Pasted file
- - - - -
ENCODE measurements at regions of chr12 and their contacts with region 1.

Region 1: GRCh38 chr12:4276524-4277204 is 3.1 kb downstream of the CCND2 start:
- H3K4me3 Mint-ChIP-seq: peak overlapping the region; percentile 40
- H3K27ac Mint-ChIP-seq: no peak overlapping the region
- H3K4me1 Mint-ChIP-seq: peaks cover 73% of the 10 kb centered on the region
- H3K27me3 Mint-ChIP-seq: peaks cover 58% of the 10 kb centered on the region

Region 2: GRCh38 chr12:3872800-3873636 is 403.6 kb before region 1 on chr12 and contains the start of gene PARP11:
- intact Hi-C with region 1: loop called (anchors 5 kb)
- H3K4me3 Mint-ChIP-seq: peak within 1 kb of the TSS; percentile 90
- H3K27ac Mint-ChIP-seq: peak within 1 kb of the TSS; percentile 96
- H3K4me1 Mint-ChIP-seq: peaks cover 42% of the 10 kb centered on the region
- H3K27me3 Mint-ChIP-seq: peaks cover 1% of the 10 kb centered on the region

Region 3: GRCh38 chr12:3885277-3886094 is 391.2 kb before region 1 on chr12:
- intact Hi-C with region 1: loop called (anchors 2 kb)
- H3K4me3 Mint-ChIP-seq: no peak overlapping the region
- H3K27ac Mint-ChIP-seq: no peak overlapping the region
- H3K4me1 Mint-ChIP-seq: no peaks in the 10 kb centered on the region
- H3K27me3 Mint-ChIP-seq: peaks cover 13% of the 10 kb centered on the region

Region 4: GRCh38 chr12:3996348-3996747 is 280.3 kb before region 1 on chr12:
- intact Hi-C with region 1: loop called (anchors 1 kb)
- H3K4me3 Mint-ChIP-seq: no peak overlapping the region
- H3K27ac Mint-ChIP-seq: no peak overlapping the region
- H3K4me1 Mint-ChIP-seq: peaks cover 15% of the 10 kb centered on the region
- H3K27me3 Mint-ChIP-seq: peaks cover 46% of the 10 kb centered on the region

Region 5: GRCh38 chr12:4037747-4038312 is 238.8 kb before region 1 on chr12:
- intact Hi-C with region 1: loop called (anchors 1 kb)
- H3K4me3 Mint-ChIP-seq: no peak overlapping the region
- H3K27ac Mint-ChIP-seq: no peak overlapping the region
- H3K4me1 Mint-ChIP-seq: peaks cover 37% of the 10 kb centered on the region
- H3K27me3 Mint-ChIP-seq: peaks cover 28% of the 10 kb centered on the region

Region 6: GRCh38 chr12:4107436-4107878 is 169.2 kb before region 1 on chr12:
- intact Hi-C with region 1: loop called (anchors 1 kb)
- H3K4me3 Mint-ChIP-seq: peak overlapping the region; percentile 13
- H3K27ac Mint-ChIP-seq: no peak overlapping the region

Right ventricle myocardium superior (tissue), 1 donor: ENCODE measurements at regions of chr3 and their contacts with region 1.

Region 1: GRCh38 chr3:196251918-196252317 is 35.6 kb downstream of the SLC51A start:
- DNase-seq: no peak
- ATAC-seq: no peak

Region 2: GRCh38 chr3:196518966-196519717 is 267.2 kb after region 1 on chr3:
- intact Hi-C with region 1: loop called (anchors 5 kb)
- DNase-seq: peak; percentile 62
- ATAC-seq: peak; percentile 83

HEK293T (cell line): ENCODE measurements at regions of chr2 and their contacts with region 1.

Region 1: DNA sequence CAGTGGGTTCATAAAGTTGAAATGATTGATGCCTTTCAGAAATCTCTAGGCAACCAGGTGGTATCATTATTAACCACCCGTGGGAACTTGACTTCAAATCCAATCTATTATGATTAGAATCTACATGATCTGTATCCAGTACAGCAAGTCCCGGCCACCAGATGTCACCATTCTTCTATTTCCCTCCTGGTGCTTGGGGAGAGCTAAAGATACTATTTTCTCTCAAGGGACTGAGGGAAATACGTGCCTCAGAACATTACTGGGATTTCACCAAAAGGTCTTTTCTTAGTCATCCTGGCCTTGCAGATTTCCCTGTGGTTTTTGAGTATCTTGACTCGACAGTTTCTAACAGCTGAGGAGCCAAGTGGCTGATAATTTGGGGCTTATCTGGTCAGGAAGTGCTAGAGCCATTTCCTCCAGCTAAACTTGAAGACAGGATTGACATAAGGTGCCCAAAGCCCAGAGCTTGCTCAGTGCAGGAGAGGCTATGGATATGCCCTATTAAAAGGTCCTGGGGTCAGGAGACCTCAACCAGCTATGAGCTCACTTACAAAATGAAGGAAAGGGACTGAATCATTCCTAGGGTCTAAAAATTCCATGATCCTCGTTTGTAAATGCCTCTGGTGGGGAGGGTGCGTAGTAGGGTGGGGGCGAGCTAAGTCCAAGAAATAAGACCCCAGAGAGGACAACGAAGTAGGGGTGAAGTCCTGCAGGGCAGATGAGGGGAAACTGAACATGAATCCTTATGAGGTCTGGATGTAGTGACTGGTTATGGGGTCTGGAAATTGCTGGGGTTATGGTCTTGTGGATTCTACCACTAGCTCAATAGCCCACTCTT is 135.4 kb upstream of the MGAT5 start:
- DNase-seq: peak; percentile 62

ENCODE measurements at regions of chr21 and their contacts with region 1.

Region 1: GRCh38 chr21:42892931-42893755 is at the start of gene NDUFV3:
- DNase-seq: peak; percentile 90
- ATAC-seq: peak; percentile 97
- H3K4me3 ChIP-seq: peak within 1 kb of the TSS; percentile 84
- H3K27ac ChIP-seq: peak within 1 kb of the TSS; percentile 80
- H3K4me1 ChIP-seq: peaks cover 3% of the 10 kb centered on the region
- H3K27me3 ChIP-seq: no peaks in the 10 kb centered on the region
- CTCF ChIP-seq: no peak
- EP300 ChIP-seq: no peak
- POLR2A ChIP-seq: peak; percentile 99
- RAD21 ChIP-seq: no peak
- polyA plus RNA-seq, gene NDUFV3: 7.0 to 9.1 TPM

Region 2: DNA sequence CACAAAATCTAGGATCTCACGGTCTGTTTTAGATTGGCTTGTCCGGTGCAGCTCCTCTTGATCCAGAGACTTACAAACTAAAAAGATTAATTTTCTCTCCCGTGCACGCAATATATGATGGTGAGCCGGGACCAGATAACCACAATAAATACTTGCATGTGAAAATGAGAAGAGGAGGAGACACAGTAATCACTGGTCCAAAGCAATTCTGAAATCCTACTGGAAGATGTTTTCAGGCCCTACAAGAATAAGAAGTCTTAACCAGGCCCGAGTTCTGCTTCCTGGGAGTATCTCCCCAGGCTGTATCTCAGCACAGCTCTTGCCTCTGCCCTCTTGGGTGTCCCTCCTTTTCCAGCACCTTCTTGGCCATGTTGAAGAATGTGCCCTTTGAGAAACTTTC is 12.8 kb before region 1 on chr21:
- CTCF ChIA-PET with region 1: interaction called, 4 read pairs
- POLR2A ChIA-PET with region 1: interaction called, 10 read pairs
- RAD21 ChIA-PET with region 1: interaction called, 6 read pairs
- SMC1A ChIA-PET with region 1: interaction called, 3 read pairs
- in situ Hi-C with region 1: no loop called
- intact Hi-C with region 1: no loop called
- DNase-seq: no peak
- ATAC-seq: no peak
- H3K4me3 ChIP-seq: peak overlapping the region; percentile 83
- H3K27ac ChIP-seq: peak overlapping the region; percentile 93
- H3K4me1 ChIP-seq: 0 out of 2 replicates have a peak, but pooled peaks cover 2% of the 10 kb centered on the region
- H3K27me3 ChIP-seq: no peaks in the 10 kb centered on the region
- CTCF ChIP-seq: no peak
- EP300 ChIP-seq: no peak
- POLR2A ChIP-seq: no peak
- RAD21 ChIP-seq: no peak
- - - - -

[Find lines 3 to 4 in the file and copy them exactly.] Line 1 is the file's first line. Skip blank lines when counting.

- H3K4me3 Mint-ChIP-seq: peak overlapping the region; percentile 40
- H3K27ac Mint-ChIP-seq: no peak overlapping the region